The joys of the Buddha bowl for supporting food exploration
The other day my children had already eaten (a quick easy dinner of beans on toast before bed) and my husband came home having already eaten Pizza at work. I decided to cook myself exactly what I felt like eating, just for myself, which never usually happens!
So I made a Buddha Bowl (or plate in my case as I don't have any nice large bowls at the moment). Some of you asked for the recipe so here's what I made myself.
- Baby broccoli
- Edamame beans (shelled)
- Grated carrot
- Sliced radish
- A couple of slices of avocado
- Cooked baby beetroot chopped
- A handful of rocket
- Some tinned sweetcorn
- A handful of chopped herbs (I added mint, coriander and parsley)
- Butternut squash (Roasted in a drizzle of olive oil, a tablespoon of maple syrup and some spices (a sprinkle of paprika, ground coriander, cumin and some salt).
I added a simple Tahini dressing using olive oil, tahini and some honey.
Top Tips for little food explorers:
We often serve meals this way for the little ones as it's a really simple simple way for exposing them to a wide range of foods. Here are my top tips for Buddha/Bento/Donburi style meals for little ones.
1) Ensure there is at least one food your little one will eat from what's on the table and that they'll be able to eat enough to feel full from. Even if they just decide to eat roast potatoes and corn. In the words of Ellyn Satter "you provide- they decide" let them choose for themselves from what's on the table.
2) Get some little tongs and serving spoons out and let the little people self serve. Children are more likely to be adventurous when it's their choice. Also part of them becoming accustomed to a new food is simply interacting it and this is one way of doing this.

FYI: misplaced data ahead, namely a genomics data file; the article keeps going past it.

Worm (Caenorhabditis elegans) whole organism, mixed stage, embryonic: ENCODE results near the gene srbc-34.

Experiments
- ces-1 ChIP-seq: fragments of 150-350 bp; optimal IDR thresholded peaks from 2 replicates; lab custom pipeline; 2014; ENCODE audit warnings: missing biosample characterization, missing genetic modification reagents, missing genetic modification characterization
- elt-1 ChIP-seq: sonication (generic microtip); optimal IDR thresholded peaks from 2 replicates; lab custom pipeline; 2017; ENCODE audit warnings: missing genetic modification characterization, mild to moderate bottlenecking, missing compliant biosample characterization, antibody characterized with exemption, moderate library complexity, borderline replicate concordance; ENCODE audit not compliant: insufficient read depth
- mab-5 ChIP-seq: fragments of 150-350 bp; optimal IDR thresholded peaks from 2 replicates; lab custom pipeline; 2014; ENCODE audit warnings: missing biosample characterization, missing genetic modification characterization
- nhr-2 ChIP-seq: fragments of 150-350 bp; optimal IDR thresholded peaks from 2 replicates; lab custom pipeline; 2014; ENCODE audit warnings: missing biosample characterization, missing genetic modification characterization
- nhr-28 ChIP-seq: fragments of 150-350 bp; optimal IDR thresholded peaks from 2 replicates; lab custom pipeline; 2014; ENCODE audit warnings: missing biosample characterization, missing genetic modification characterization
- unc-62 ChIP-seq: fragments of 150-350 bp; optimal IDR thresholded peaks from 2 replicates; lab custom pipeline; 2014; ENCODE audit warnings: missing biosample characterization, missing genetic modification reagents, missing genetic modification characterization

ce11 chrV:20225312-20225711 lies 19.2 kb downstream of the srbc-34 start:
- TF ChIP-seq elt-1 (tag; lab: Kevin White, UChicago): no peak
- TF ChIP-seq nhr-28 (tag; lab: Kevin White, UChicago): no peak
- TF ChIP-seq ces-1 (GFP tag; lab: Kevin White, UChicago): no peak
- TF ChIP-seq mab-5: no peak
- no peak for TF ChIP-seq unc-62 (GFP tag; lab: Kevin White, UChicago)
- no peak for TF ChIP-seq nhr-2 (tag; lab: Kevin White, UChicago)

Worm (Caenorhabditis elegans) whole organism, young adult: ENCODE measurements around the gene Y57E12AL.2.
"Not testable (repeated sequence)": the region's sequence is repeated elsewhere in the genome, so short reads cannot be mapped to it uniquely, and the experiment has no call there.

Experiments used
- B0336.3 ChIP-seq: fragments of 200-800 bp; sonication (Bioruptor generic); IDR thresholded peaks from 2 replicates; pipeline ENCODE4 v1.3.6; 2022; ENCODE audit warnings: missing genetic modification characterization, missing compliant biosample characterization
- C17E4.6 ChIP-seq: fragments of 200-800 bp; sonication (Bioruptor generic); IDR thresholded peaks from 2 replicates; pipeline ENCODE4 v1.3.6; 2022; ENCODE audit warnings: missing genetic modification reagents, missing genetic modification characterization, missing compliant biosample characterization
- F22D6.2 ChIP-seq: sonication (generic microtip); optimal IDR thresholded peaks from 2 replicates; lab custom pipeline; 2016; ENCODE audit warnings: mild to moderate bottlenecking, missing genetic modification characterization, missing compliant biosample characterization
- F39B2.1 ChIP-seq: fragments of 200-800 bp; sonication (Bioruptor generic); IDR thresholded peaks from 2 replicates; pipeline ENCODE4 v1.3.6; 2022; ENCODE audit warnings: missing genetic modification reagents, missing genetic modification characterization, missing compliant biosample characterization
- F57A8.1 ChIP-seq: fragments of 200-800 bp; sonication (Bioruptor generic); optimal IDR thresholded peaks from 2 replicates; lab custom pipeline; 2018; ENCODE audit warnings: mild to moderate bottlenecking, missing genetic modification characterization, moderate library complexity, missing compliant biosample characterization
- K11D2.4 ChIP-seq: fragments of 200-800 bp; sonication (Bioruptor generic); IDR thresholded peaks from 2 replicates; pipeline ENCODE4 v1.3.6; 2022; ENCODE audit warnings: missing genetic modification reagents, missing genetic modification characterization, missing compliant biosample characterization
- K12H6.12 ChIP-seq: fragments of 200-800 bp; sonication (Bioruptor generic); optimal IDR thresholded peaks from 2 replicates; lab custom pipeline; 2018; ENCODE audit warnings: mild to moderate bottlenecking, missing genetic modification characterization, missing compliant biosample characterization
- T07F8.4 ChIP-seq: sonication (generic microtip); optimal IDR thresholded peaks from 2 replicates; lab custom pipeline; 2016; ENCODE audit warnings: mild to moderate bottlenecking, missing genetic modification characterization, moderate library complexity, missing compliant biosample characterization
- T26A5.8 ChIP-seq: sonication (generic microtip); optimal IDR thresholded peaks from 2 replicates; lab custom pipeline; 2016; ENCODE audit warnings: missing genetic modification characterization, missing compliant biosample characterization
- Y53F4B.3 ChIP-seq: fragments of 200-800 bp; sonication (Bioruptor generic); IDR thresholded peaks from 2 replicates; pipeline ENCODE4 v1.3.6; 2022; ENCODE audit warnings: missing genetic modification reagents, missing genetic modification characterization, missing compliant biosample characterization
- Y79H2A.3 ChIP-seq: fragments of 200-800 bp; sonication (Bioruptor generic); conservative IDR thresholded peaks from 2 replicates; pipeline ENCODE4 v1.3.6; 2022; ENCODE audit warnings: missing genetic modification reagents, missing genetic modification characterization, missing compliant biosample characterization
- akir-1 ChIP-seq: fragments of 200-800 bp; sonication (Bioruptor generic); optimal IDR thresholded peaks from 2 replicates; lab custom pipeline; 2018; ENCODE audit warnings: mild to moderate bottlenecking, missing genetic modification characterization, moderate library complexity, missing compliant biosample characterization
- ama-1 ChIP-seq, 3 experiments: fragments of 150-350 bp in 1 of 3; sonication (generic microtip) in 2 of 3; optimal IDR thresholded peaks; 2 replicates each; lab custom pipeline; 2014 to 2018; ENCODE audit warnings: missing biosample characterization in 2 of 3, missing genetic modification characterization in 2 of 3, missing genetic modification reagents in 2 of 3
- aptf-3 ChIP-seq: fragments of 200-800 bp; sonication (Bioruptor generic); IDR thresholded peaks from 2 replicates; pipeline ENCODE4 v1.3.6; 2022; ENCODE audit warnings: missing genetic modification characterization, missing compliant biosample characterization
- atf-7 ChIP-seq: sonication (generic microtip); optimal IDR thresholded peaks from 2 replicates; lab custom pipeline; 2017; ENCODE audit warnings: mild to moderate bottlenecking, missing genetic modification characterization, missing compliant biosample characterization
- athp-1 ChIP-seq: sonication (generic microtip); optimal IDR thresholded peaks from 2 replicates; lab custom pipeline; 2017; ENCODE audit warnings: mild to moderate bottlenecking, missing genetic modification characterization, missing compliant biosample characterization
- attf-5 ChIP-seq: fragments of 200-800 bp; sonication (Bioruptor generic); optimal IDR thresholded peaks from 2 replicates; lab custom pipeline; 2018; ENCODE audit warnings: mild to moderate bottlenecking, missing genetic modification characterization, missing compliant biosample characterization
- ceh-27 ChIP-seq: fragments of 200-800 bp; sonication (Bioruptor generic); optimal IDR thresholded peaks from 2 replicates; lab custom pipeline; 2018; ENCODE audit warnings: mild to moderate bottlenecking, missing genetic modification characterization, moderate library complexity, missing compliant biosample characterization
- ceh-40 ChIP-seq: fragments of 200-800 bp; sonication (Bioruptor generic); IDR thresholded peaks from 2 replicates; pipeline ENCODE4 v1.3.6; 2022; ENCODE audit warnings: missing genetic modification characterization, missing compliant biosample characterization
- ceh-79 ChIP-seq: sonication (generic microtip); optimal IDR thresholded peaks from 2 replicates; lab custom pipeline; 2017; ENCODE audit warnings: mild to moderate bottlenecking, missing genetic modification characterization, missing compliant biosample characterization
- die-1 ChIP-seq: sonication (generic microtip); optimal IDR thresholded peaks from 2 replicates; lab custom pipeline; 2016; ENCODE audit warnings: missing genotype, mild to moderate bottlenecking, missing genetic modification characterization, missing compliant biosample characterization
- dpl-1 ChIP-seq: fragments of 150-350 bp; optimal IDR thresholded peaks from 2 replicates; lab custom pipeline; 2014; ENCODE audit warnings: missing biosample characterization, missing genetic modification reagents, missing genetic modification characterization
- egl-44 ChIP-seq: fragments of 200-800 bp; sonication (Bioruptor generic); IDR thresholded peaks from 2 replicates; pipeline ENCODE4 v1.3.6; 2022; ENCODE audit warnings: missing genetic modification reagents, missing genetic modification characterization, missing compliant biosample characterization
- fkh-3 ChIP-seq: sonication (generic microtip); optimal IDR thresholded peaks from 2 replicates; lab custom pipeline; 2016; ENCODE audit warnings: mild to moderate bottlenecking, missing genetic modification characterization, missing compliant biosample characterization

3) Don't comment pressure or focus on what they are or aren't eating. In case you missed our video on what pressure can look like you can check it out here.
4) If food waste is a worry thing of ways to reuse some of the leftovers. We will often make a salad, curry, soup or omelette from our leftovers to save waste.
How to build your own
There are so many other options for what you can add to the table here are some of our favourites:
Salmon or chicken cubes (marinade with a little garlic, sweet chilli sauce, fresh ginger, sesame oil and teriyaki sauce)
Tofu cubes (coat in some corn flour and black pepper and fry off)
Chickpeas or garbanzo beans (fry in a little olive oil, honey and soy)
Some hummus works well too we often go for beetroot or garlic and lemon flavours
Edamame beans (the girls love having these still in their shells so much fun to eat)
Eggs (poached, boiled or fried)
Veg it up:
The possibilities with adding veggies are endless. Add some new foods to explore alongside some old favourites.
sugar snap peas
mushrooms (fried in a little soy and honey)
roasted brussel sprouts (roast in a little soy, chilli oil and honey) If spice isn't your thing some teriyaki sauce works well too)
capsicum in different colors
chopped raw cabbage (again try using a mix of red and green)
Add some green:
roasted kale (simply chop it up, removing the hard stalk, place on a tray, drizzle in olive oil and salt and roast for 20-30min) it's lovely and crispy
Grains and carbs:
Children get most of their energy from carbs having a buddha bowl is a fun way of experimenting with new types of carbs. Serve one they will eat alongside something new.
Rice (experiment with different types of rice) adding a teaspoon of miso to the rice as it's cooking can be yummy too
Roasted pumpkin or squash
Herbs and other condiments to add flavour:
We will often put some fresh herbs on the table for the children to help themselves.
some seeds or nuts (cashew, sesame seeds or flaked almonds to add some crunch)
Experiment with some sauces different dressings or dips. We love trying to add a little spice to a mayo with some sweet chilli sauce or wasabi paste)